First economic history museum in PHL opens in Iloilo

SENATOR Franklin Drilon, National Historical Commission of the Philippines (NHCP) chairperson Dr. Rene Escalante and NHCP Executive Director Ludovico Badoy, unveil the Historical Marker of Bahay Kalakal ng Ynchausti y Compania, which is now the Museum of the Philippine Economic History in Ortiz St., City Proper, Iloilo City on Feb. 11, 2019. Also present during the opening ceremonies are members of the Ynchausti Family. The restored built-heritage was also known as the former Elizalde Building, after the Elizaldes bought it from the Ynchaustis, and later on became the COA Building. (Ricky D. Alejo)

THE century-old Elizalde building located in Iloilo City’s Central Business District is now the country’s first ever museum on economic history.

Senate Minority Leader Franklin M. Drilon led the inauguration of the Museum of Philippine Economic History on Monday, together with the National Historical Commission of the Philippines (NHCP) officials led by its chairman Rene Escalante and executive director Ludovico Badoy.

Drilon described the museum as “the first of its kind” which provides a glimpse into the country’s colorful and lengthy economic history.

The Ilonggo senator said the selection of Iloilo as host to the first museum on economic history is befitting of Iloilo’s previous title as the Queen City of the South for its contribution to the industries and business that thrived in the country.

“I am proud of this heritage landmark and museum, showcasing the endurance, innovation and creativity of Filipino workers and enterprising businessmen and women to create a path towards self-sustainability and progress for the Philippines,” Drilon said.

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“Filipinos will enjoy this museum, not only as a learning hub of Philippine history, but also as a place that would inspire visitors, young and old, to venture their own path and willingly contribute to the Philippine economy,” he stressed.

The museum, according to Drilon, will provide a window to the past and “educate Filipinos of today and of the future generation about the economic history of the country and about the life of our forebears.”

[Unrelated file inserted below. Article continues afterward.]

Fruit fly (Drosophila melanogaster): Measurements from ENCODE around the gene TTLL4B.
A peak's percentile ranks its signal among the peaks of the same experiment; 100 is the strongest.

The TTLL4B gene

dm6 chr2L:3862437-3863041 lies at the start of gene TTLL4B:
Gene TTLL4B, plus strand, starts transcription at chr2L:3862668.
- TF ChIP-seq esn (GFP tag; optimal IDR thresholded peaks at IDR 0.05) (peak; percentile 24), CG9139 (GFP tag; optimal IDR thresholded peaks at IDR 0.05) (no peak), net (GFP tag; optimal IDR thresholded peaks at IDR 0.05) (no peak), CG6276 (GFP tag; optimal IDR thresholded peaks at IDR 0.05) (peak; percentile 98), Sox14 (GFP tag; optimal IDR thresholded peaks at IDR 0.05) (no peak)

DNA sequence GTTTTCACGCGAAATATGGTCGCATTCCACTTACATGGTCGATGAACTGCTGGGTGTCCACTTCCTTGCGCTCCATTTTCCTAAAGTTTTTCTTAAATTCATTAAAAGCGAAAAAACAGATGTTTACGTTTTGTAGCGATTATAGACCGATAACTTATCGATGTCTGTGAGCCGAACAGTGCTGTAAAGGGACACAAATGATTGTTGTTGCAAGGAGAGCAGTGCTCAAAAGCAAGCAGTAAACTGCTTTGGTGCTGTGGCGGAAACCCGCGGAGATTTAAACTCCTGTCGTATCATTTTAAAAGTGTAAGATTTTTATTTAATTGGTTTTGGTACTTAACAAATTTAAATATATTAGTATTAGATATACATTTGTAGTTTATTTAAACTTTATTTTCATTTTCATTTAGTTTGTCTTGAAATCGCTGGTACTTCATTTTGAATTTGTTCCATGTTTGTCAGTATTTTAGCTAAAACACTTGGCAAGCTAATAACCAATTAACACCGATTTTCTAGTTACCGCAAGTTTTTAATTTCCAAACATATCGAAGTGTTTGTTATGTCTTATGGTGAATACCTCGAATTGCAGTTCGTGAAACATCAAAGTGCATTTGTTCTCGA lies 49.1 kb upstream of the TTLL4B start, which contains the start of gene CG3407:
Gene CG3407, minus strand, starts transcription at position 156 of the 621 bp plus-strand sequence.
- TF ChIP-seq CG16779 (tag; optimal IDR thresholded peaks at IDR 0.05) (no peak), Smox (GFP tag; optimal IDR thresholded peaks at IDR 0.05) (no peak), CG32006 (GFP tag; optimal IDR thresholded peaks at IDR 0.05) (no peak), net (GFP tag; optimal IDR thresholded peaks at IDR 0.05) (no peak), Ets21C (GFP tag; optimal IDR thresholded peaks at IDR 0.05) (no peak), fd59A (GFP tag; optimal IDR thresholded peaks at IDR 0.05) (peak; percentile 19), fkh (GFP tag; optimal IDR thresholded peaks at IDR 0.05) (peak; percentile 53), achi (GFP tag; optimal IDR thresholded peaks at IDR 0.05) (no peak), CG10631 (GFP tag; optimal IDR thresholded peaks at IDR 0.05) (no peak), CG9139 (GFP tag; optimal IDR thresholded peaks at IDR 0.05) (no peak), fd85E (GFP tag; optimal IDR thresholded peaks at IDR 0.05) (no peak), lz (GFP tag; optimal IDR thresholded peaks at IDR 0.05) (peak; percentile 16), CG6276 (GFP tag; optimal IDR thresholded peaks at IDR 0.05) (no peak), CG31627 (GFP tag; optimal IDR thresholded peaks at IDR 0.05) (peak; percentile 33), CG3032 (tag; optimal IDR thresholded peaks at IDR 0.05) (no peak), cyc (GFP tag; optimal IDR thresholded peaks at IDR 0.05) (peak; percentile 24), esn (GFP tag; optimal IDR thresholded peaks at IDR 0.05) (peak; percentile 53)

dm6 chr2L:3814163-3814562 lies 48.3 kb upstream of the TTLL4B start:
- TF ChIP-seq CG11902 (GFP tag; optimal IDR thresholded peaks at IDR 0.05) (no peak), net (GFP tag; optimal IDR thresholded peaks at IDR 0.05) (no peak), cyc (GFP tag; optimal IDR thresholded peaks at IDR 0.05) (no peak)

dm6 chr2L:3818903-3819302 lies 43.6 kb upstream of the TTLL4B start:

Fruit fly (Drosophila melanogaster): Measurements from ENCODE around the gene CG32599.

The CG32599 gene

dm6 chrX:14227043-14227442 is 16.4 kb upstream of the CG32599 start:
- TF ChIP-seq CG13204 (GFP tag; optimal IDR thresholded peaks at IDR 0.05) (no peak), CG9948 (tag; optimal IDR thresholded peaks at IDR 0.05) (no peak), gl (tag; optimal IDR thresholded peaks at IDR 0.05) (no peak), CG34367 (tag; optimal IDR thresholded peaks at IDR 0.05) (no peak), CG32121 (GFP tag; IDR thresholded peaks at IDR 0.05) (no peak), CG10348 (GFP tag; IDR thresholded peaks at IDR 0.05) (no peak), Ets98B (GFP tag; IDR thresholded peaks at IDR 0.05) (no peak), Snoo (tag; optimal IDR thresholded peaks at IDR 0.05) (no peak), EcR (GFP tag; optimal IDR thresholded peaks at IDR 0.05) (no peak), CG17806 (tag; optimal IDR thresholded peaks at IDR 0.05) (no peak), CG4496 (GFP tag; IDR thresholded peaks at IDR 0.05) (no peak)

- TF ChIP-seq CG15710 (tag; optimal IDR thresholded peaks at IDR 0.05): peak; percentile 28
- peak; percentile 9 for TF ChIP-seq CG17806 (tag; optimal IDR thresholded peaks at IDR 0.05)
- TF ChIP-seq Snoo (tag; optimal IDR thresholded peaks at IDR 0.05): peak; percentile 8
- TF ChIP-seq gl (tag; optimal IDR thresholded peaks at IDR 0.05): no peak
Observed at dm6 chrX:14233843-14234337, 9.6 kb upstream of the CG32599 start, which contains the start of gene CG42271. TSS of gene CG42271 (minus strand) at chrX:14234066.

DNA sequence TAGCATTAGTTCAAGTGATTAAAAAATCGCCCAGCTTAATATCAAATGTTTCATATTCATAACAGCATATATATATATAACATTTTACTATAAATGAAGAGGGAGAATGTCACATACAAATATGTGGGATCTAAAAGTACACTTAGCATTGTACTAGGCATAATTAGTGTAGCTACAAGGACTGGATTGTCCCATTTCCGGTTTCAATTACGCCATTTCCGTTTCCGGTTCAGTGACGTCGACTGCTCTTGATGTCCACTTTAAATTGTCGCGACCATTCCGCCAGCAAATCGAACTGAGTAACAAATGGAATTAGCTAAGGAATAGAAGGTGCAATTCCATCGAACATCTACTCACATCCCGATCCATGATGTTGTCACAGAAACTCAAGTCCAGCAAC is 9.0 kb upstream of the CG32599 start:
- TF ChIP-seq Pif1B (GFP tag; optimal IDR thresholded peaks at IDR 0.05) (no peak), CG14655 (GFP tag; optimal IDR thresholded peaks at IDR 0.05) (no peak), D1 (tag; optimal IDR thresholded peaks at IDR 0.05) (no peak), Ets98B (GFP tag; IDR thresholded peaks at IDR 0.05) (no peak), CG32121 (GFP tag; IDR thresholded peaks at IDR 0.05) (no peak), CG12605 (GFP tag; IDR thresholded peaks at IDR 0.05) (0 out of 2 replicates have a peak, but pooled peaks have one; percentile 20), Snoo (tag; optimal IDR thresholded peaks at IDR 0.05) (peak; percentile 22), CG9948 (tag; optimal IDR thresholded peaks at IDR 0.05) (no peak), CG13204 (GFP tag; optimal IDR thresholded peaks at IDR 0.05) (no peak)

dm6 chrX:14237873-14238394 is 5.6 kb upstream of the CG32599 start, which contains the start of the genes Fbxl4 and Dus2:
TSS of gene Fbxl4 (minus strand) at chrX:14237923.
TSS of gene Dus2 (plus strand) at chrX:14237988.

On display are hundreds of artifacts, including old San Miguel beer bottles from the Ynchausti clan; molino de sangre, which was a very important tool during the peak of Western Visayas region’s sugar industry; looms from the oldest weavers of Miagao in Iloilo, which was known then as the Textile Capital of the Philippines.

The museum also showcases artifacts coming from other regions such as t’nalak from Mindanao and decades-old gold, necklace and other accessories from Pampanga; old photographs and maps, and other interesting remnants of the past.

The museum is housed at the historic and century-old Elizalde building, which was one of the centers of economic activity in Iloilo that shaped the economic vigor of the country since the Spanish colonial times.

It was formerly owned by one of the country’s biggest trading firms, the Ynchausti y Compania, of the Ynchausti family. The firm’s name was synonymous with its products like Yco Floor Wax, Yco Paints, Tanduay Rum, and Rizal Cement.

“Iloilo is poised to become the country’s center of culture and the arts,” the Ilonggo senator stated.

“All these initiatives will breathe new life into Iloilo’s growing economy and tourism. Because of these, I am certain that Iloilo could soon become the country’s center of culture and the arts,” said Drilon, referring to other restoration projects under the Iloilo Heritage and Urban Renewal Project, which he started five years ago.

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